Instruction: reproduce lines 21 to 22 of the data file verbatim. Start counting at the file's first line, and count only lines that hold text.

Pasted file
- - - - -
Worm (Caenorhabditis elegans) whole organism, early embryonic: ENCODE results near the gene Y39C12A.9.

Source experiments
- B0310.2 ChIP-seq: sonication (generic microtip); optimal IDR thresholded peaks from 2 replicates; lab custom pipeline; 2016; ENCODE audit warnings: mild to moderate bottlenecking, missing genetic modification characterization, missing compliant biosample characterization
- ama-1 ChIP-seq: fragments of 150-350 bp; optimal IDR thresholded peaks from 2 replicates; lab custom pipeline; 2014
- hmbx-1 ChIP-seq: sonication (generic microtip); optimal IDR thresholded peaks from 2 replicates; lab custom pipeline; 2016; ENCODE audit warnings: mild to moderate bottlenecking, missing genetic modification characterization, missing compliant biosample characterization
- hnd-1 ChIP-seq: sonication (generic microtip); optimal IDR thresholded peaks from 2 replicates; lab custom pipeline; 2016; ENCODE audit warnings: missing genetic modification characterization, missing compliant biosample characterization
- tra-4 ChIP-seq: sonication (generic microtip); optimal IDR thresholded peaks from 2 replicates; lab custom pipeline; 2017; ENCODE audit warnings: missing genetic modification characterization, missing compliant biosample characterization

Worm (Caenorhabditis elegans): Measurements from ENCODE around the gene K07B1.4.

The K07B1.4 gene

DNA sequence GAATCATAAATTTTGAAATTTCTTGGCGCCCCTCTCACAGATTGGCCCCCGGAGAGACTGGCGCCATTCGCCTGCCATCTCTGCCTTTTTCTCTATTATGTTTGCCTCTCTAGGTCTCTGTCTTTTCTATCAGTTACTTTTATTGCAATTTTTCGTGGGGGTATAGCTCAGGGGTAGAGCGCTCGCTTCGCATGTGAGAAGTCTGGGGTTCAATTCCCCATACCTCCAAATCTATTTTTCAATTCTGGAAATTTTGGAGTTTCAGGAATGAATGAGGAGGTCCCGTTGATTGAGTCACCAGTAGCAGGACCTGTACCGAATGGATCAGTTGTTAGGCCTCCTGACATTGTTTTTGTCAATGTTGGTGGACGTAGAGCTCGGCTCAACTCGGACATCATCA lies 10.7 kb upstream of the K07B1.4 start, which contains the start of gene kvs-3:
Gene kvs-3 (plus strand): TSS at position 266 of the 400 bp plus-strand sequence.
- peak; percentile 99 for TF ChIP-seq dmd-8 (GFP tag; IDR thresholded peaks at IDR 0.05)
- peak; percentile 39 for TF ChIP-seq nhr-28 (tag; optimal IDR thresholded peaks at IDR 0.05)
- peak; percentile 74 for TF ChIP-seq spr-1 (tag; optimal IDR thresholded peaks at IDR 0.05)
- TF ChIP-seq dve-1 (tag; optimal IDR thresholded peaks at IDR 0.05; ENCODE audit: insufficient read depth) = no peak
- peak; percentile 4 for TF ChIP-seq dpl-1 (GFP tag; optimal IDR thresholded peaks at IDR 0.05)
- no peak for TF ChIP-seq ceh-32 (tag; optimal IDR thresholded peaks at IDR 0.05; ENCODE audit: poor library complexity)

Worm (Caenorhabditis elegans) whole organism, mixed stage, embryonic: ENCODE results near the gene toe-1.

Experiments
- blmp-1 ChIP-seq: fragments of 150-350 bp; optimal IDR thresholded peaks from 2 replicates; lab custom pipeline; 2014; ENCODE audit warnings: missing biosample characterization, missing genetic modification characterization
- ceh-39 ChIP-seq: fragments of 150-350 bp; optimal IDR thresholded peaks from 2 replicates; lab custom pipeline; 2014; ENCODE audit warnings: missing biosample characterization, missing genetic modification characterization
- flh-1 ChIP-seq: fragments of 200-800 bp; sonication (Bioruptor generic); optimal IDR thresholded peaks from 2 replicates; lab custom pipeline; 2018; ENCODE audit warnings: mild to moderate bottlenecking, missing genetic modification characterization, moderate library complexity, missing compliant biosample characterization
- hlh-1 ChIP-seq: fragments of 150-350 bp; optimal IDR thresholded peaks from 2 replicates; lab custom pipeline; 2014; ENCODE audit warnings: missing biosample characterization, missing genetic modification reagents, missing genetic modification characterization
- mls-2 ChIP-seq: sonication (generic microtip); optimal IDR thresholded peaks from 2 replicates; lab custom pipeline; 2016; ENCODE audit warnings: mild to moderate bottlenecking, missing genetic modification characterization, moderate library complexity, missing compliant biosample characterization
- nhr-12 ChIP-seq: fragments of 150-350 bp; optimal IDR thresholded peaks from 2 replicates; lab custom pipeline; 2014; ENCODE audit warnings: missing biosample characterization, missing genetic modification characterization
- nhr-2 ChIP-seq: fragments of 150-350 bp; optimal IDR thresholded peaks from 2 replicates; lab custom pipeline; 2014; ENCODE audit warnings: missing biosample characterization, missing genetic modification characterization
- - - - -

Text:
- ceh-39 ChIP-seq: fragments of 150-350 bp; optimal IDR thresholded peaks from 2 replicates; lab custom pipeline; 2014; ENCODE audit warnings: missing biosample characterization, missing genetic modification characterization
- flh-1 ChIP-seq: fragments of 200-800 bp; sonication (Bioruptor generic); optimal IDR thresholded peaks from 2 replicates; lab custom pipeline; 2018; ENCODE audit warnings: mild to moderate bottlenecking, missing genetic modification characterization, moderate library complexity, missing compliant biosample characterization